Daily Archives: August 13, 2017

BQB’s Classic Movie Reviews – The African Queen (1951) (And What It Taught Me About Love)

An oldie but a goodie, 3.5 readers.

In WW1 era Africa, British Methodist missionaries/brother and sister Sam and Rose Sayer (Robert Morley and Katherine Hepburn) run a religious village in Kungdu.  Alas, fighting breaks out between the Germans and British and then Germans will have nothing English in the region they control, so they burn the settlement down.

Sam dies from the shock of it all, leaving Rose with no one to depend on other than Charlie Allnut (Humphrey Bogart), a gruff, gin soaked riverboat captain who occasionally stops by to deliver the settlement’s supplies.

Charlie agrees to deliver Rose to safety on his junky boat, the African Queen.  The two are the original odd couple.  Charlie swigs booze and uses coarse language, much to the dismay of prim and proper, super religious Rose.

At first, the two hate each other.  Charlie looks at Rose as a pampered woman who wants to boss him around and make stupid moves that could get them killed, that she’s basically always been cared for and could never fend for herself so she should pipe down and let hnm be in charge.

Rose looks at Charlie like he’s a shaved baboon, that he can’t stop swigging gin for two seconds and he’s probably a pervert who wants her lady parts even though she’s covered in like twenty layers of clothing despite the hot African sun.

By the mid-point of the movie, the duo braves crocodiles, killer bugs, river rapids, murderous Germans and through it all, they start to grow rather fond of each other.

It is here where the film excels.  If the African Queen were to be remade today, there would probably be a five minute softcore scene where Channing Tatum bends Margot Robbie over a railing and has his way with her.

Here, we see Charlie and Rose kiss and then cut to the morning.  Maybe they humped.  Maybe they didn’t.  Honestly, given that it is a 1951 movie about 1914, they probably didn’t hump.  The kissing was enough for two people who just met in those days.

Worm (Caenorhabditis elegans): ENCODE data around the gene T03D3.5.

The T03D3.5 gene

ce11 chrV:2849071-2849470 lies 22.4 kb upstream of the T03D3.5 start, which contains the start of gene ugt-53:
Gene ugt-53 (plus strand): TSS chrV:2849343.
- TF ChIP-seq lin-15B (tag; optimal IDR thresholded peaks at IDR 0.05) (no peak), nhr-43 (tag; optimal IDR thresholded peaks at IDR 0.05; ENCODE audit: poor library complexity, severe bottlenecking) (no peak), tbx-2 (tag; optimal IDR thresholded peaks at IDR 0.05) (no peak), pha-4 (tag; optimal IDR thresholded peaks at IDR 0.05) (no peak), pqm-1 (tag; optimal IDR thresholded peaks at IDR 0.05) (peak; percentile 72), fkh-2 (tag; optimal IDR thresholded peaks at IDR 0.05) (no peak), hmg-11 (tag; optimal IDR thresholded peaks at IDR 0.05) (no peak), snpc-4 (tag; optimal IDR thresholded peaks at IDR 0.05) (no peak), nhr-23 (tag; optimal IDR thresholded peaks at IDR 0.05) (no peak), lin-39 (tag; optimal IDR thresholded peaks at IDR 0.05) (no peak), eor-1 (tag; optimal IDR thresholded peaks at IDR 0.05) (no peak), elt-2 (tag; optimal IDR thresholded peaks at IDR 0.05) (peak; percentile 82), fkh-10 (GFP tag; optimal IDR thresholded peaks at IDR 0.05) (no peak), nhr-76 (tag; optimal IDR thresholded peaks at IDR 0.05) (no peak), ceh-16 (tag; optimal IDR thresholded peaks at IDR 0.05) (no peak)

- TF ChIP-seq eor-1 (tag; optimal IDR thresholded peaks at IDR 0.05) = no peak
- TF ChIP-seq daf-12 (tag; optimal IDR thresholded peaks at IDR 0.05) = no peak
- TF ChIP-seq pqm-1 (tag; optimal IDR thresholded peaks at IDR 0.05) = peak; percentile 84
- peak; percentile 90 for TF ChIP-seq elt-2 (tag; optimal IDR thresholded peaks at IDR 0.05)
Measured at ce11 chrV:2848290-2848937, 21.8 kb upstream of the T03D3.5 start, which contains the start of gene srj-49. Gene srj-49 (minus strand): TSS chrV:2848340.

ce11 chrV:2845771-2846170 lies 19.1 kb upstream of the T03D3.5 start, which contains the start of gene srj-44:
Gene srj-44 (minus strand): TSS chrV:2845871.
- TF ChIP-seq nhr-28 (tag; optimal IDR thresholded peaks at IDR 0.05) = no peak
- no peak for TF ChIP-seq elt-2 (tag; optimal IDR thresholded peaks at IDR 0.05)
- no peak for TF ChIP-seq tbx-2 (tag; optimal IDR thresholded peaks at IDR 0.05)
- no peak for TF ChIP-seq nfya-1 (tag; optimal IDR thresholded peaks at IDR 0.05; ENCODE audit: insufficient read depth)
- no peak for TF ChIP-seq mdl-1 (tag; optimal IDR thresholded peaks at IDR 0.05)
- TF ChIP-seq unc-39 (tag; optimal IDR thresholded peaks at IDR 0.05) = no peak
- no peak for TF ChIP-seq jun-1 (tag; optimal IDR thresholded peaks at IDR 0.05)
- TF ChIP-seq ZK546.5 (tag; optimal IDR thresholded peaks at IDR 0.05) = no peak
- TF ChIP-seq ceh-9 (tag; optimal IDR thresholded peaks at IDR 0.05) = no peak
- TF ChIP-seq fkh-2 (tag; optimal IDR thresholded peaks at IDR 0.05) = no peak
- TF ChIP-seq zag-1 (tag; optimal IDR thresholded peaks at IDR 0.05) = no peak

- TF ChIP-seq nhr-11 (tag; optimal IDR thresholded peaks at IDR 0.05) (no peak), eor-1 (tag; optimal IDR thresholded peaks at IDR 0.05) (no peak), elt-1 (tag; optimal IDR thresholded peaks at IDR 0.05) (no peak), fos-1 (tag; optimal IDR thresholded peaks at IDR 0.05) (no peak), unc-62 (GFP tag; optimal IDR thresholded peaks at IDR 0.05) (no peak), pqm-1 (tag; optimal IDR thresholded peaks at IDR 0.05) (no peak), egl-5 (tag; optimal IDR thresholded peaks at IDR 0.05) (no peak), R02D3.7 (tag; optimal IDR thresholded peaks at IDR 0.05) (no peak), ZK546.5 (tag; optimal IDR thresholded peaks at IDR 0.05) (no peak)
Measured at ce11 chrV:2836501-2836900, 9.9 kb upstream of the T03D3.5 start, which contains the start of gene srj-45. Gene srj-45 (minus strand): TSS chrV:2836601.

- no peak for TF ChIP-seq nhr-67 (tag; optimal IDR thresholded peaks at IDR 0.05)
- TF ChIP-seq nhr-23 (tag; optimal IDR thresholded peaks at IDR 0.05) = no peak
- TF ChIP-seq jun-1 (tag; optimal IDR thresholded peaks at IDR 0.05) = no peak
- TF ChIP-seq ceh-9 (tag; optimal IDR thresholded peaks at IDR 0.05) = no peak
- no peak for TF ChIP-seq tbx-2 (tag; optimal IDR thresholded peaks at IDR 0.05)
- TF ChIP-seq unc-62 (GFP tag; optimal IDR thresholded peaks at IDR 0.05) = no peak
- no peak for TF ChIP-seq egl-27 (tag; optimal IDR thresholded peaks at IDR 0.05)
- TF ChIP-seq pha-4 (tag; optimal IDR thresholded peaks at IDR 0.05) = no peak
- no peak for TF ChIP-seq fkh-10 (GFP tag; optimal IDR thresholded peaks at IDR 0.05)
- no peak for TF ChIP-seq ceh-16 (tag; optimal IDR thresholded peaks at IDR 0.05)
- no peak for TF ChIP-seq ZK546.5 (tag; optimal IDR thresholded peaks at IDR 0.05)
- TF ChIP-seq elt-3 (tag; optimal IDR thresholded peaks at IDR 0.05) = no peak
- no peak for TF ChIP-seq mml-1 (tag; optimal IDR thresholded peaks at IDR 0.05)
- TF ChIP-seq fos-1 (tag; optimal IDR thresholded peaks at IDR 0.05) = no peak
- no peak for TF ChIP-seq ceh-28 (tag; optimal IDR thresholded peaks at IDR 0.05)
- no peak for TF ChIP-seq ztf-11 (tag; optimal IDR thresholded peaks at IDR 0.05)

The film’s greatness as a love story comes through the fact that they portray love through, whodjthunkit, actual displays of love rather than banging scenes.

Charlie and Rose hated each other.  Now they dote upon one another.  They call each other “sweetheart” and “darling.”  Charlie learns that Rose likes tea so he never lets her cup go empty.  Rose learns to trust Charlie more and doesn’t assume that everything he does is a rouse to get under her twenty layers of clothing.

They work together to get the African Queen downriver.  They fight over who should do a dangerous duty, each demanding to risk their lives to spare the other, ultimately deciding to do it together when neither will back down.

It all culminates in a strangely touching scene when they are captured by Germans.  Sentenced to hang, they make one last request, that the German captain marry them.  They seem very happy in this instant, despite the fact that certain death is imminent.

I won’t spoil what happens next.  However, I think this film does more to display true love than what we see today, both on screen and perhaps even in our own relationships.

True, sex is the ultimate comfort.  It is the best experience that a human body can feel.  On screen, we like to see good looking people bone so we can imagine being one of them. Off screen, we look for partners who arouse us.

But it’s the times between sex that determine whether or not a relationship will last.  Do you call your other a pet name reserved only for him/her?  Do you hold their hand?  Tell them you love them?  Talk about the life you want to build together?  Get them a cup of tea and feel it is a blessing you have someone to get a cup of tea for rather than be made someone is making you get them a cup of tea?

These are all signs of long lasting love.  In 1951, the director of this film wasn’t able to show you that Charlie and Rose were in love by having them bone.  So instead, they showed all the things we all wish we had in a partner.  Ultimately, it all boils down to unconditional love, displayed through affection that is offered freely and never has to be asked for.

Because of this, I can picture Charlie and Rose moving away after their adventure and settling down together.  Meanwhile, all of these couples who meet and instantly bang in the throws of passion probably only last until they find someone else to bang.

Somehow, we all lost sight of what day to day love is.  Too much sex.  Not enough love.

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